Third Reason

Fundraising employs (dare I say exploits) children and families as a sales force.  The most recent Financial Statements available for the TDSB (see page 6/24 of the pdf document, would show as page 4 if the document were printed) show $44 Million as revenue categorized as “School Fundrasing”.  The most recent CRA Charity tax return for the TDSB (scroll to line 4500) shows that about $1.4M was the “total eligible amount of all gifts for which the charity issued tax receipts”   Does that mean that the remaining 42M+ were not receiptable?  

I think it is important to ask the TDSB to show us specifically how that $44 million was raised, and also (perhaps more importantly), what it was spent on

SOLUTIONS I don’t know the answers, but I have a couple of ideas

I would ask the TDSB to revisit its mission statement.  Right there, in black and white, it says that the TDSB values equity.  If school boards truly want to achieve equity, it seems critical to me that we begin with this basic question:

What do we want every child to have access to in every school, no matter what kind of community they are in?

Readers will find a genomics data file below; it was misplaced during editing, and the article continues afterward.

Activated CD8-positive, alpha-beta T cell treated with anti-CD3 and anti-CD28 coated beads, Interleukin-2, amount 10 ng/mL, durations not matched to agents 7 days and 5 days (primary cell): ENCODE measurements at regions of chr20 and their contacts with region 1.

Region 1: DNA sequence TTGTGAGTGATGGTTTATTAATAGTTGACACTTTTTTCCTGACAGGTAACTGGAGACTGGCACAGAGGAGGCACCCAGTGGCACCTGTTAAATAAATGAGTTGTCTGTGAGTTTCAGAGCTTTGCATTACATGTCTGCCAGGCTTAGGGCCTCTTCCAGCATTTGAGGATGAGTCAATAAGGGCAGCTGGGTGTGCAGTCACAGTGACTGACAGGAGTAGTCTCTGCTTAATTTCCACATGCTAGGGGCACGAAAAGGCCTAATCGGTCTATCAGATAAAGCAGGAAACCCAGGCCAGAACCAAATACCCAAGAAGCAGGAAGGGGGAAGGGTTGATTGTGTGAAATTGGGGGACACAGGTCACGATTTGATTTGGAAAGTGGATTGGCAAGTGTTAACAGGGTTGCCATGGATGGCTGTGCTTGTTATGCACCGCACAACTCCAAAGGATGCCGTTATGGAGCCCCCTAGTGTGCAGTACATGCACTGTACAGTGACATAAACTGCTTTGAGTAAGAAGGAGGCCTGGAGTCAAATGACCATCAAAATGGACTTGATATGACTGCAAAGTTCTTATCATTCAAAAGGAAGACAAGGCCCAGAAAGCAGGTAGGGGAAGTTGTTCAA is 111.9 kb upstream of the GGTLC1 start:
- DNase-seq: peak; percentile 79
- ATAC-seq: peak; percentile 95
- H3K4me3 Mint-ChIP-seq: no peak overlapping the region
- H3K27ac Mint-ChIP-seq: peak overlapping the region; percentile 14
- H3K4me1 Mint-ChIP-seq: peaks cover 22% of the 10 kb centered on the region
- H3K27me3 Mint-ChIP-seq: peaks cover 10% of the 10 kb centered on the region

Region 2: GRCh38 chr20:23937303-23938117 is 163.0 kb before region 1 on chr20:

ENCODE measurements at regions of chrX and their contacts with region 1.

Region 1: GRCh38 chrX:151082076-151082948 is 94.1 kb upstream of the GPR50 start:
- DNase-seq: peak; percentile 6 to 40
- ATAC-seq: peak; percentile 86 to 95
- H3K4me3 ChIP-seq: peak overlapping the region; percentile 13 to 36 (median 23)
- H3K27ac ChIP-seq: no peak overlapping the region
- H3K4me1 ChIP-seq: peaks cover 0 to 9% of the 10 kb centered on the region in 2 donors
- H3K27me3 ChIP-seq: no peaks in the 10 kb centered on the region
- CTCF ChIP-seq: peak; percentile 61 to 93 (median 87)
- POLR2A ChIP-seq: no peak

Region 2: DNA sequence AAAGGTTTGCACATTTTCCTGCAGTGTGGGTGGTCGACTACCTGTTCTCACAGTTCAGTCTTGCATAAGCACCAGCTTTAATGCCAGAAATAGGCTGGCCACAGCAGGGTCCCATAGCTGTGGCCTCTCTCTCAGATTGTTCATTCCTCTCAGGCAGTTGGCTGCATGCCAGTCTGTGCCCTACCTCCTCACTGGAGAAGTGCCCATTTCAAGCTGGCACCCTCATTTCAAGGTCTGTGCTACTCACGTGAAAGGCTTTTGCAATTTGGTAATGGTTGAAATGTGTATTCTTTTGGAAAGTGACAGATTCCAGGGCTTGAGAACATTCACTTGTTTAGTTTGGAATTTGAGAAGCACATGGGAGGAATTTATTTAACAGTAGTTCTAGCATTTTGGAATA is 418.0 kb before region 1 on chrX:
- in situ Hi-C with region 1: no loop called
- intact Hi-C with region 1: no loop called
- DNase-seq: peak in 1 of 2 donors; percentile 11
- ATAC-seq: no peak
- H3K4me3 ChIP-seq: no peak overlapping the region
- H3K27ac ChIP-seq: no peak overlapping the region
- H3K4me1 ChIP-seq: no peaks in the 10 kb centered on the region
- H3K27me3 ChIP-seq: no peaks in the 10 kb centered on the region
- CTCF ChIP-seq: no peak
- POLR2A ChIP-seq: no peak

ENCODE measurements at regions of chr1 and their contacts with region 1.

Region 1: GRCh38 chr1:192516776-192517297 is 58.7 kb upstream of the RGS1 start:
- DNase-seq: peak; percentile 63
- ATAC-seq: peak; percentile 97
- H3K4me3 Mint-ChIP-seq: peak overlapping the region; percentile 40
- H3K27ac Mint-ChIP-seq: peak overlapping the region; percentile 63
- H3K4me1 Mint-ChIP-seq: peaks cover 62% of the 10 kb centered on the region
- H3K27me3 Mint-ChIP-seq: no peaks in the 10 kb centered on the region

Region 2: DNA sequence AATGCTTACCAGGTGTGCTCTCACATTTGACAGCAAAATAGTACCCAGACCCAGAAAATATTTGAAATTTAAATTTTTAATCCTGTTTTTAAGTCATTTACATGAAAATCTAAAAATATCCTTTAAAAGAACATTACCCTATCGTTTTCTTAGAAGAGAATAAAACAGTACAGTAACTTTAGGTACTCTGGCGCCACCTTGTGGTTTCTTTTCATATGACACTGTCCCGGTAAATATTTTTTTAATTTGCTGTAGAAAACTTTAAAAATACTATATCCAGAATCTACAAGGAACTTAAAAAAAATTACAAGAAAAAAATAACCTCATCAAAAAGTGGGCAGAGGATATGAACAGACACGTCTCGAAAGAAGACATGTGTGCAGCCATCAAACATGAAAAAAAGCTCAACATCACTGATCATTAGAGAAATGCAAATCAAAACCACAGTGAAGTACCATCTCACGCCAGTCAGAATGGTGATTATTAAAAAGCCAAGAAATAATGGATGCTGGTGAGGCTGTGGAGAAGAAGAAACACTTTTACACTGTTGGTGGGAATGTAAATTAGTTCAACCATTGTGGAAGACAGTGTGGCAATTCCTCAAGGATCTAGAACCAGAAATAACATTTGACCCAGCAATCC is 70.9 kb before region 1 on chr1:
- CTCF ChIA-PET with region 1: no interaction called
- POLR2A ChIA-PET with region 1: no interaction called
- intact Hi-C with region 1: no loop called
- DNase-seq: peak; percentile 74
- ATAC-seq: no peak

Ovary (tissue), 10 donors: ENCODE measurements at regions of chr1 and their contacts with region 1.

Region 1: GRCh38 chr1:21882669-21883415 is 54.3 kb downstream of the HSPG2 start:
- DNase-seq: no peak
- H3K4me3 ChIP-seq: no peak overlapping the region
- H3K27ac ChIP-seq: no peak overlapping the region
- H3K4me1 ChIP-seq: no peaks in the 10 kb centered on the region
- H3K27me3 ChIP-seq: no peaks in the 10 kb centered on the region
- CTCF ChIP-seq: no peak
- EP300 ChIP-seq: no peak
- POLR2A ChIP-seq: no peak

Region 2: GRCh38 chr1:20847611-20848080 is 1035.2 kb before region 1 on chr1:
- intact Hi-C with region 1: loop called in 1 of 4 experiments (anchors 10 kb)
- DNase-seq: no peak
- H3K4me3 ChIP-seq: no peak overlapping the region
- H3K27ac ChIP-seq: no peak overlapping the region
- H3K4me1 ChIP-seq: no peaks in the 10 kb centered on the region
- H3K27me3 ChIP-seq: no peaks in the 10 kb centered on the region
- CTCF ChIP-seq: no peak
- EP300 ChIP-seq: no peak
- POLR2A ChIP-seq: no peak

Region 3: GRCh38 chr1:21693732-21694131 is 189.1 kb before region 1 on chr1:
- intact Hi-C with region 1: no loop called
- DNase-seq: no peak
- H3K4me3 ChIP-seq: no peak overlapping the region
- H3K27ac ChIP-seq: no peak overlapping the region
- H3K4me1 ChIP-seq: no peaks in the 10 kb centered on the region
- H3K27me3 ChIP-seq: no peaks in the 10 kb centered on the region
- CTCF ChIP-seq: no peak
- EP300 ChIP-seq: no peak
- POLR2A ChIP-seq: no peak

I think that we need to engage ALL constituents – school board trustees and staff, teachers, parents, students, the community at large – in finding the answer to that question.  This will greatly help boards develop and articulate a vision for what is needed in the schools.  Then we can go about the work of assessing what supports and supplies are in place and what is missing, and figure out ways to fill in the gaps so that every student gets access to what they need to learn.

We should not live forever with problems we can solve.  Fundraising is only part of the solution.  My concerns about fundraising in the TDSB would be greatly allayed if I could be assured that the board and individual schools and individual volunteer fundraisers in schools carried out fundraising activities in ways that align with the board’s values and mission statement, particularly the value of equity.

As it currently stands, fundraising happens in some 600 silos all over the city, and the result is that some schools have fat budgets and loads of advantages, and other schools have slim budgets and few advantages.  I can’t help but think that this is not equitable, and it has GOT to be impacting student success. I call on the TDSB, among others, to take notice and do something about it.

Thank you,

Nadia Heyd

Concerned Citizen

Nadia Heyd